Festivals, Indigenous Culture, Oaxaca life

Color and Culture: Guelaguetza in Oaxaca.

It’s that time of year again! The city of Oaxaca is alive with music as indigenous groups take to the streets wearing clothing representative of their region and showcasing vibrant traditional dances. During the Guelaguetza, a Oaxacan festival held every July, groups from the seven different regions of the state gather together in the capital and in nearby villages. Also known locally as los lunes del cerro (Mondays on the hill), the Guelaguetza features a series of parades. Wearing colorful ribbons, jiggling bells or sporting impossibly large headdresses, women and men dance and spin through the city. You can’t walk five minutes without happening upon a vivid scene of movement and color.

It’s a wonderful time of year to be in the city and tourists and locals alike flood the town, enjoying the traditional food on offer. Walk down García Vigil or head to Parque Llano and you can find a series of markets set up especially for the festival. You can feast on tamales, a corn-based dough wrapped up in a corn husk or atole, a popular drink made from corn hominy flour, cane sugar, cinnamon and vanilla and sometimes chocolate. And of course there is the famous local marinade, mole, of which there are seven different kinds.

The Guelaguetza is a pre-Hispanic tradition, finding its origins in religious celebrations based on the rituals of corn harvests and the corn deities. The word Guelaguetza comes from the Zapotec language and, highlighting the importance of community and reciprocity in Oaxacan indigenous cultures, can be defined as the “reciprocal exchanges of gifts and services.”[1] Following the Spanish Conquest of Mexico, the Guelaguetza reformed into a celebration honoring the Virgen del Carmel (Our Lady of Mount Carmel), which emphasized worship of the Virgin Mary whilst retaining elements of indigenous beliefs.

A brass band
A brass band plays popular folk songs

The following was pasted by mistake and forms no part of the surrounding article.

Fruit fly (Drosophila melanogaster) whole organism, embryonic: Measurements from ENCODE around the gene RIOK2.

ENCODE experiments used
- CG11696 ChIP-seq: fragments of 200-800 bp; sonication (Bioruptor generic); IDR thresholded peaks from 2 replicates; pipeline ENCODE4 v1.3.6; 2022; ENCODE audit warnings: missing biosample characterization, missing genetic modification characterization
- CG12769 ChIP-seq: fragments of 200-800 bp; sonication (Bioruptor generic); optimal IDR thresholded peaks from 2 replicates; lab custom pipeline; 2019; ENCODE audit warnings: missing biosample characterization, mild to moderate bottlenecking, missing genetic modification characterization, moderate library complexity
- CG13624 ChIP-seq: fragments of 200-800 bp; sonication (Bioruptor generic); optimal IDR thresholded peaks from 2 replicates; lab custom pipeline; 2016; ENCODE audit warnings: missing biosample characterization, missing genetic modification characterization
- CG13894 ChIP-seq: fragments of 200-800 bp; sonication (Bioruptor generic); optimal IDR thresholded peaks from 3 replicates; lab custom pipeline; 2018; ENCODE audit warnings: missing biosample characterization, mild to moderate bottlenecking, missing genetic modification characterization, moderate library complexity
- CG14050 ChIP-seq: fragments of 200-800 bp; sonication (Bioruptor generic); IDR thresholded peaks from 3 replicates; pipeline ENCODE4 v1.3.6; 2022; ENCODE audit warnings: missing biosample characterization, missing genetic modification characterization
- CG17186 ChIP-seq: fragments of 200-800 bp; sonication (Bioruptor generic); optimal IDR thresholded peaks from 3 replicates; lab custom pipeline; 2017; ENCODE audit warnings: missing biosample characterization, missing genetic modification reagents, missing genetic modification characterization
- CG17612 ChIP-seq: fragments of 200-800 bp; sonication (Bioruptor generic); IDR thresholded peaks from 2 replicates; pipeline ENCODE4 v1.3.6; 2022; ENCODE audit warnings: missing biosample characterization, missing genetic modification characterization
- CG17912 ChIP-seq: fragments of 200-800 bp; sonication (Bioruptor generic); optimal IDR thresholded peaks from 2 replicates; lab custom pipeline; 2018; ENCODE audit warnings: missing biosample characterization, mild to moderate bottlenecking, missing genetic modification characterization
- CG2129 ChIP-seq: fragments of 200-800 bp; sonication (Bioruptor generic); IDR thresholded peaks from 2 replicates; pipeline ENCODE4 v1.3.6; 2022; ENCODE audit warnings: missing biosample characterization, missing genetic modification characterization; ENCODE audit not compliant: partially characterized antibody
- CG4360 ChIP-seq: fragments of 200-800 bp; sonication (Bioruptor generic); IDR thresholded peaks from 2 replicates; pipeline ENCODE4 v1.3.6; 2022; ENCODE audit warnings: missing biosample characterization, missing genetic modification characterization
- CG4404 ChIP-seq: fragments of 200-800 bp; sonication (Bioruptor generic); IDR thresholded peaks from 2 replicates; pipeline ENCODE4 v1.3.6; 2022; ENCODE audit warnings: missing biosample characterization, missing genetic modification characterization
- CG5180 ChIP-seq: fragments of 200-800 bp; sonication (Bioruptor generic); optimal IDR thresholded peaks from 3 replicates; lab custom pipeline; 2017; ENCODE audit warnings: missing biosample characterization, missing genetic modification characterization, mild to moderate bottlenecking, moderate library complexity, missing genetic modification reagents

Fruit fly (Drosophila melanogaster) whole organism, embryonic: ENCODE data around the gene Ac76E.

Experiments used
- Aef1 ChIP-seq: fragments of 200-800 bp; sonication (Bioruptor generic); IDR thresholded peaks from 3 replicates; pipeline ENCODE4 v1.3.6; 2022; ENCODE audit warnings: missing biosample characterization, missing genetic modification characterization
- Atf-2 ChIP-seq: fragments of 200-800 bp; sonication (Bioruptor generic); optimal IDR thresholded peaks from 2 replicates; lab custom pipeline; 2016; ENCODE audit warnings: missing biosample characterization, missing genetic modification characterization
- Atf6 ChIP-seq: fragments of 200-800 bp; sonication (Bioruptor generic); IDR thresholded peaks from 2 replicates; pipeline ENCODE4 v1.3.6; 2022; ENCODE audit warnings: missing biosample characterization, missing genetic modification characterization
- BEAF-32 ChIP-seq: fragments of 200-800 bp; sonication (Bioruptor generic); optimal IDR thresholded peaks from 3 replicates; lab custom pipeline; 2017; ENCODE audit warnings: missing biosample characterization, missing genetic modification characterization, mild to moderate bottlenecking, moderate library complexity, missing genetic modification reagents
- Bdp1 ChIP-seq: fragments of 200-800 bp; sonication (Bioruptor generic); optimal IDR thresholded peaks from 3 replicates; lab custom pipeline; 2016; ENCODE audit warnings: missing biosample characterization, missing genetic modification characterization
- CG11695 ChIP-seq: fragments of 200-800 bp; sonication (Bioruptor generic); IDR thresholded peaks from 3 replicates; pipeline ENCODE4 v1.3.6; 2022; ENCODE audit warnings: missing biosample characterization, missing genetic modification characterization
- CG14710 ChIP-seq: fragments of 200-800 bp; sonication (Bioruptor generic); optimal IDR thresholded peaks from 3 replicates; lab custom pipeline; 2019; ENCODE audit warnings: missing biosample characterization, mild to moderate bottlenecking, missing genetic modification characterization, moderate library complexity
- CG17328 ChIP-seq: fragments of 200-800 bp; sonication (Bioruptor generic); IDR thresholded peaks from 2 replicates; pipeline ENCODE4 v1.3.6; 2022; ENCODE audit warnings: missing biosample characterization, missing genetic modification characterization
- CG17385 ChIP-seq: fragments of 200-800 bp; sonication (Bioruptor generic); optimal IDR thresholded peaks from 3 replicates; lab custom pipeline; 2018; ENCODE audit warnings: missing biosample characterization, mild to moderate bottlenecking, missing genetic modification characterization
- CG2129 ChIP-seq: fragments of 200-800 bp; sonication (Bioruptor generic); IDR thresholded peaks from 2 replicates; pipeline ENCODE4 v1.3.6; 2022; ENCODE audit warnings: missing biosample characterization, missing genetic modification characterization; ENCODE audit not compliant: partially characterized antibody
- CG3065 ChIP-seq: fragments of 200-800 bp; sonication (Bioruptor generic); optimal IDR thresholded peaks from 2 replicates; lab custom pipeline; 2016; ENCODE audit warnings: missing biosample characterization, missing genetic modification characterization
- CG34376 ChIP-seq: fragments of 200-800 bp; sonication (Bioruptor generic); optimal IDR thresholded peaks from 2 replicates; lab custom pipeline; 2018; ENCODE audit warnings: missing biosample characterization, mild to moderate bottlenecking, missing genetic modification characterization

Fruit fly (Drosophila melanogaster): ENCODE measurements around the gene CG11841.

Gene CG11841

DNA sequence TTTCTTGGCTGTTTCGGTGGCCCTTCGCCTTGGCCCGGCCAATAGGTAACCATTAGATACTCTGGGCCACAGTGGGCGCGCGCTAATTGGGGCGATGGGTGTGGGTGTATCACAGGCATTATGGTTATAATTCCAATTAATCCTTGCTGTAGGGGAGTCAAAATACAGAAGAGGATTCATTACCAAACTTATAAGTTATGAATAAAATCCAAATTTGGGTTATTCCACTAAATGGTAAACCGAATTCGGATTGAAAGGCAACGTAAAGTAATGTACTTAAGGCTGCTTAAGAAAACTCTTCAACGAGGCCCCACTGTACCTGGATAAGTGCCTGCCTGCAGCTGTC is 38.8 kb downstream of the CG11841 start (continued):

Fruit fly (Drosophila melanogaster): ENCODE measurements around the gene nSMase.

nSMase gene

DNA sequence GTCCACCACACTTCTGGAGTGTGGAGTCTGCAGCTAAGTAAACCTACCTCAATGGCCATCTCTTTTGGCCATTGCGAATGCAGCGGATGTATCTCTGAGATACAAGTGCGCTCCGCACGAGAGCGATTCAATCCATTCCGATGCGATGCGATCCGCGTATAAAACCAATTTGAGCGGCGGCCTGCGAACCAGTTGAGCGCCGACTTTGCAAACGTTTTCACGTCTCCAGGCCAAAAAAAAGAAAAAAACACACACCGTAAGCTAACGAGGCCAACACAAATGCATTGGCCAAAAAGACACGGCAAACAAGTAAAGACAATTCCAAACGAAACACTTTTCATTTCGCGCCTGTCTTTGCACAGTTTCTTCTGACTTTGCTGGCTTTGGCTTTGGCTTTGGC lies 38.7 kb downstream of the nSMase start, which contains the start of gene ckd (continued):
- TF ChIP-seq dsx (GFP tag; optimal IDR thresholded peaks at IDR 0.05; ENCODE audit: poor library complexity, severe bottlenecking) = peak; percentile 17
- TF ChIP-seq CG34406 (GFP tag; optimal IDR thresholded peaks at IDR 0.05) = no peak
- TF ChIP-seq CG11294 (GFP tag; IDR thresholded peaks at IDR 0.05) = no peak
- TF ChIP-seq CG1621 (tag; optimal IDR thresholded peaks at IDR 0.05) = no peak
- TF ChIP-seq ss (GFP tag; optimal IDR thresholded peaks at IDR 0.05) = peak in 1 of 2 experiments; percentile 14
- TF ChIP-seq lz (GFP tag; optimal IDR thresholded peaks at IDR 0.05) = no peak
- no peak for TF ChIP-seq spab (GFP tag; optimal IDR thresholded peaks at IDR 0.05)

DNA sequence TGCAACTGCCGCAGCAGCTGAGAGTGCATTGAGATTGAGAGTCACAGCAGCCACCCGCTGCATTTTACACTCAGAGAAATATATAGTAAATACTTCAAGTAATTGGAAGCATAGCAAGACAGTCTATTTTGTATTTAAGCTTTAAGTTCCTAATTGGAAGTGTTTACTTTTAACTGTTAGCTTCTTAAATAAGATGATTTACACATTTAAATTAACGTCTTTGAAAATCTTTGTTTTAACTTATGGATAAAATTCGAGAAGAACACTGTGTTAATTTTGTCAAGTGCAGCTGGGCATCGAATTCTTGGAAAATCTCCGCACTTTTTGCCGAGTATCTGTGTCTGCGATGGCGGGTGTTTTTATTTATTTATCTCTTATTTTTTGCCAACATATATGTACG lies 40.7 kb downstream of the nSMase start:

The city of Oaxaca suffered enormously from an earthquake in the 1920s, and the Guelaguetza was redefined as a state-wide event to raise the moral of the local people. Dances became less spontaneous as indigenous groups from around Oaxaca started to prepare for the festival months in advance. National and international tourists began to visit the beautiful city after Oaxaca was designated a UNESCO World Heritage city in 1987. Today, it’s hard to miss the white stadium up on Fortin hill in the city center that was built especially for the huge Guelaguetza show which takes place on two consecutive Mondays during the celebration. The music from the show floats down into the city. If you manage to find a spot on a bar terrace, you can enjoy the sight of the fireworks exploding up on the hill. It’s perhaps not the best time of year to get a good night’s sleep as firecrackers go off all night during the festival!

IMG_7370
A beautiful dancer smiles for the camera

Here at En Vía, we are celebrating the Guelaguetza with a festival of our own: En Vía Fest! We are hosting a live music event in the lovely gardens of the Instituto Cultural de Oaxaca, featuring four local bands playing music styles as diverse as cumbia, cabaret and hip hop. Some of the women in our program are coming into the city from Teotitlán del Valle to sell delicious tacos, esquites (a corn snack) and other goodies. There will also be mescal and beer available for purchase. Events like these are a great opportunity to spread the word about En Vía in Oaxaca and further afield. You’ll make new friends and see some familiar faces. The event information can be found here: https://www.facebook.com/events/268811899928742/. We hope to see you there. Enjoy Guelaguetza!

By Helen Lyttelton

Photos by Kim Groves


[1] Cohen, Jeffrey H. (1999). Cooperation and Community: Economy and Society in Oaxaca. University of Texas Press.

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